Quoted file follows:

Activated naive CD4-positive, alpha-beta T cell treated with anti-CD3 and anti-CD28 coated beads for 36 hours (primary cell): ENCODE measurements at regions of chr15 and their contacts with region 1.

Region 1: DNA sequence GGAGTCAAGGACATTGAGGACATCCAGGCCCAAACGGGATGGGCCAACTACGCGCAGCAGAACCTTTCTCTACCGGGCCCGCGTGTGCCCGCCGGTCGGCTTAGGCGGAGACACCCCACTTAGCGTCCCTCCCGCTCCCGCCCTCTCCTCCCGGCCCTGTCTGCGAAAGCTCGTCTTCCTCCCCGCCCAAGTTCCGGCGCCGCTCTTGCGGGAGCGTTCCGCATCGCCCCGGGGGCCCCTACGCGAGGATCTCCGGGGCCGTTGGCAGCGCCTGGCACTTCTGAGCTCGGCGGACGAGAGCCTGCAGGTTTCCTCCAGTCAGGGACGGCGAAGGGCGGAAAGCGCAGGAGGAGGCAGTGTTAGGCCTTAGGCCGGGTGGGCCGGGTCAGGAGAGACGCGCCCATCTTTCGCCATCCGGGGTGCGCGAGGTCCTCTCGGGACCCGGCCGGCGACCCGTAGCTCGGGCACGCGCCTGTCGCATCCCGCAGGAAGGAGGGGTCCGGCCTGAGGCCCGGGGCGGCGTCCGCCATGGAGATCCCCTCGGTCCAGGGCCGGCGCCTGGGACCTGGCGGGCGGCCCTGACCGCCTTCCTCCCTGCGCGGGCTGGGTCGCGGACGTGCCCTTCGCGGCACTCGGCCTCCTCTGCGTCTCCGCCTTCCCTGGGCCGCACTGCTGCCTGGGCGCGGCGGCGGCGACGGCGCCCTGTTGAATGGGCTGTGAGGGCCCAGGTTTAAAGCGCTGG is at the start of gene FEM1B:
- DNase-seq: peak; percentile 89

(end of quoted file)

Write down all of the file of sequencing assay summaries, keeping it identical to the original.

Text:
Activated naive CD4-positive, alpha-beta T cell treated with anti-CD3 and anti-CD28 coated beads for 36 hours (primary cell): ENCODE measurements at regions of chr15 and their contacts with region 1.

Region 1: DNA sequence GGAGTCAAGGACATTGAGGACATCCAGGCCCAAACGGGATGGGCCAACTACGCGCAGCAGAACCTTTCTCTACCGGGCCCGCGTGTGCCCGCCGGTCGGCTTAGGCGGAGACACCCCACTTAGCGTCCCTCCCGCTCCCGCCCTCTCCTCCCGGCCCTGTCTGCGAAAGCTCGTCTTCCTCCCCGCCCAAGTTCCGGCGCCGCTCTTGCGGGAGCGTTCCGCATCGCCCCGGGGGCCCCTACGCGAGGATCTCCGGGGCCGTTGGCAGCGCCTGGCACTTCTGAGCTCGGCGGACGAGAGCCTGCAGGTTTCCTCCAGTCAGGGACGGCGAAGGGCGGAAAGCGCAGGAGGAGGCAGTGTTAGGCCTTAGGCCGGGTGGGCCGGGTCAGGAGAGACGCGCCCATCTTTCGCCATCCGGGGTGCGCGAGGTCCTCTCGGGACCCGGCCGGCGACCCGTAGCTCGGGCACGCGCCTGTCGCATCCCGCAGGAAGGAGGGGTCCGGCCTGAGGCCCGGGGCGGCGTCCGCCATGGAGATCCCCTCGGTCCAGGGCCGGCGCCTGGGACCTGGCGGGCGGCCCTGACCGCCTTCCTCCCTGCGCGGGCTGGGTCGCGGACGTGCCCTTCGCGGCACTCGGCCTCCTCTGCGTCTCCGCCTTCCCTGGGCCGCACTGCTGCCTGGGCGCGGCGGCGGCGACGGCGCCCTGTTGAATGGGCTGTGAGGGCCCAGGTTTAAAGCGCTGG is at the start of gene FEM1B:
- DNase-seq: peak; percentile 89